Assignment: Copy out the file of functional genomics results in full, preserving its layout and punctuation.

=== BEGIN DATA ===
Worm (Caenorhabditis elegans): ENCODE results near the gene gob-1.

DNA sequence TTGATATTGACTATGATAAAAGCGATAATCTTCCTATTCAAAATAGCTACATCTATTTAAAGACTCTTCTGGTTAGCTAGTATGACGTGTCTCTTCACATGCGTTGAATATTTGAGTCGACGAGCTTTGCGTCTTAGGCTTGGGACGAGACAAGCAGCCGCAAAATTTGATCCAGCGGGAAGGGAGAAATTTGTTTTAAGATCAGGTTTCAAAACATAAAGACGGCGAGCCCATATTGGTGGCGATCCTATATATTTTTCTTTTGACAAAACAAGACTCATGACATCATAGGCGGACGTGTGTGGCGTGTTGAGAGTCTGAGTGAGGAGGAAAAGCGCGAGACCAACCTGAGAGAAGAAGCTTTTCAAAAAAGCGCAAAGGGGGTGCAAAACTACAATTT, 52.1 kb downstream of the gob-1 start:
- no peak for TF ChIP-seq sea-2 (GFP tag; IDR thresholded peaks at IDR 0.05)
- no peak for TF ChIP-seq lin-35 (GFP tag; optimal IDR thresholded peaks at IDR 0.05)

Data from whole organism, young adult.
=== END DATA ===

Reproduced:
Worm (Caenorhabditis elegans): ENCODE results near the gene gob-1.

DNA sequence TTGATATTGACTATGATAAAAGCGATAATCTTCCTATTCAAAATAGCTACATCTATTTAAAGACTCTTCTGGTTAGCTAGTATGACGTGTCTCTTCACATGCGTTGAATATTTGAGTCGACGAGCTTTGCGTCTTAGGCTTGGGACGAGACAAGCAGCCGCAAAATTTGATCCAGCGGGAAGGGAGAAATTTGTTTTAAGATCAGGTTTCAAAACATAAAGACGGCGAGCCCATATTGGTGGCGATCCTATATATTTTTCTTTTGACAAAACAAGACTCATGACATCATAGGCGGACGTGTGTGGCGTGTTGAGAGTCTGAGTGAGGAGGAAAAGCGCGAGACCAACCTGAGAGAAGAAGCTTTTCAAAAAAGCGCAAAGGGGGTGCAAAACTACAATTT, 52.1 kb downstream of the gob-1 start:
- no peak for TF ChIP-seq sea-2 (GFP tag; IDR thresholded peaks at IDR 0.05)
- no peak for TF ChIP-seq lin-35 (GFP tag; optimal IDR thresholded peaks at IDR 0.05)

Data from whole organism, young adult.